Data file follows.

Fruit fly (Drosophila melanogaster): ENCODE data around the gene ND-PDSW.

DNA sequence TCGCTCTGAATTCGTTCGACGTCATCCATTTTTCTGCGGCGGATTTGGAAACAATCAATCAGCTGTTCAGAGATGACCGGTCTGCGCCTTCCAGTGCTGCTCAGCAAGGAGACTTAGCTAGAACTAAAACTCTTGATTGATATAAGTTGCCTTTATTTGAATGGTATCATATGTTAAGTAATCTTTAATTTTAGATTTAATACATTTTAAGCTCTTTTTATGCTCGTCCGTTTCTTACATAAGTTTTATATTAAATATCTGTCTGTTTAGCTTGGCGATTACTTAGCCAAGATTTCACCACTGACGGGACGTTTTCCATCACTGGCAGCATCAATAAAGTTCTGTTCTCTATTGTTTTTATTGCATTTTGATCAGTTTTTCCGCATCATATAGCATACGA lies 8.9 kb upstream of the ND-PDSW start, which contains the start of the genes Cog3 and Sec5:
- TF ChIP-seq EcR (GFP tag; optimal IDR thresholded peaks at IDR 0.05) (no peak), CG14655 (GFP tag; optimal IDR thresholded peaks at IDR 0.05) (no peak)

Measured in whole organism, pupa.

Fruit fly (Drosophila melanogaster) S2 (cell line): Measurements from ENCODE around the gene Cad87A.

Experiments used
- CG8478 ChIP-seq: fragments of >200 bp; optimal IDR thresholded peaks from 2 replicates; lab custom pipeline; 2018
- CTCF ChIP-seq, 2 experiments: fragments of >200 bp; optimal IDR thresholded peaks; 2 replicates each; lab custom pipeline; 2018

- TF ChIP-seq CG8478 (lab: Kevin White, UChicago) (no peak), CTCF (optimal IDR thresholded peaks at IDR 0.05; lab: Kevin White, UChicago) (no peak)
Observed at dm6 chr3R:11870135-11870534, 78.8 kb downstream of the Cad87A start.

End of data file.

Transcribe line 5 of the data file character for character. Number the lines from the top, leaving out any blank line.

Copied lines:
Fruit fly (Drosophila melanogaster) S2 (cell line): Measurements from ENCODE around the gene Cad87A.